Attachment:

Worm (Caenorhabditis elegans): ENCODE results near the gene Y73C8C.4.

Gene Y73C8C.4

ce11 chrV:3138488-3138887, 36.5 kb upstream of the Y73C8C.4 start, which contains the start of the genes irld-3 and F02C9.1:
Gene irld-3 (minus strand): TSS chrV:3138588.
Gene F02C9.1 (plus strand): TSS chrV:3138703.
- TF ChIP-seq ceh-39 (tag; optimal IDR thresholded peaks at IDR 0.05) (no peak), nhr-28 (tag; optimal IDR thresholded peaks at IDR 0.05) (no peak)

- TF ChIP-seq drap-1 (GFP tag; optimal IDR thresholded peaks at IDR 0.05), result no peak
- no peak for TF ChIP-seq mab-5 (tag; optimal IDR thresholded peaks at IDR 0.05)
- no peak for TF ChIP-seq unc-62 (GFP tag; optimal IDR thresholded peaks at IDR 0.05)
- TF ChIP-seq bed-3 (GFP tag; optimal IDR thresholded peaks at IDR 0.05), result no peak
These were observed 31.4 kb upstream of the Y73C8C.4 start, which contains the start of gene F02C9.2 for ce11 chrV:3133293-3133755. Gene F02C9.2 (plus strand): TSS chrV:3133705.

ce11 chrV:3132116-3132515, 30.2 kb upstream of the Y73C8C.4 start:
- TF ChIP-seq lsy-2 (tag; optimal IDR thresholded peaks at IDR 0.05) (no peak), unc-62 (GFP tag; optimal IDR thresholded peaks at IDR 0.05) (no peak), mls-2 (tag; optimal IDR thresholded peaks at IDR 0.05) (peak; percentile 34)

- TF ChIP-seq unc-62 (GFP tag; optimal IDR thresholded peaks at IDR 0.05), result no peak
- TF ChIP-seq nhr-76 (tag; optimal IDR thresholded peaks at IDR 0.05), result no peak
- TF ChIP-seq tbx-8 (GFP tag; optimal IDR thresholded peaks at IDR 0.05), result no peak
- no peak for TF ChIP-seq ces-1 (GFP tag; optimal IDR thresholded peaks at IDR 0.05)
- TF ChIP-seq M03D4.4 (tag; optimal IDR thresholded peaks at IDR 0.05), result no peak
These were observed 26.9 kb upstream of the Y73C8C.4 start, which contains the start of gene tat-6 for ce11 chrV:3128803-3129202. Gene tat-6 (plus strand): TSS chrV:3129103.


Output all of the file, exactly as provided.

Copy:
Worm (Caenorhabditis elegans): ENCODE results near the gene Y73C8C.4.

Gene Y73C8C.4

ce11 chrV:3138488-3138887, 36.5 kb upstream of the Y73C8C.4 start, which contains the start of the genes irld-3 and F02C9.1:
Gene irld-3 (minus strand): TSS chrV:3138588.
Gene F02C9.1 (plus strand): TSS chrV:3138703.
- TF ChIP-seq ceh-39 (tag; optimal IDR thresholded peaks at IDR 0.05) (no peak), nhr-28 (tag; optimal IDR thresholded peaks at IDR 0.05) (no peak)

- TF ChIP-seq drap-1 (GFP tag; optimal IDR thresholded peaks at IDR 0.05), result no peak
- no peak for TF ChIP-seq mab-5 (tag; optimal IDR thresholded peaks at IDR 0.05)
- no peak for TF ChIP-seq unc-62 (GFP tag; optimal IDR thresholded peaks at IDR 0.05)
- TF ChIP-seq bed-3 (GFP tag; optimal IDR thresholded peaks at IDR 0.05), result no peak
These were observed 31.4 kb upstream of the Y73C8C.4 start, which contains the start of gene F02C9.2 for ce11 chrV:3133293-3133755. Gene F02C9.2 (plus strand): TSS chrV:3133705.

ce11 chrV:3132116-3132515, 30.2 kb upstream of the Y73C8C.4 start:
- TF ChIP-seq lsy-2 (tag; optimal IDR thresholded peaks at IDR 0.05) (no peak), unc-62 (GFP tag; optimal IDR thresholded peaks at IDR 0.05) (no peak), mls-2 (tag; optimal IDR thresholded peaks at IDR 0.05) (peak; percentile 34)

- TF ChIP-seq unc-62 (GFP tag; optimal IDR thresholded peaks at IDR 0.05), result no peak
- TF ChIP-seq nhr-76 (tag; optimal IDR thresholded peaks at IDR 0.05), result no peak
- TF ChIP-seq tbx-8 (GFP tag; optimal IDR thresholded peaks at IDR 0.05), result no peak
- no peak for TF ChIP-seq ces-1 (GFP tag; optimal IDR thresholded peaks at IDR 0.05)
- TF ChIP-seq M03D4.4 (tag; optimal IDR thresholded peaks at IDR 0.05), result no peak
These were observed 26.9 kb upstream of the Y73C8C.4 start, which contains the start of gene tat-6 for ce11 chrV:3128803-3129202. Gene tat-6 (plus strand): TSS chrV:3129103.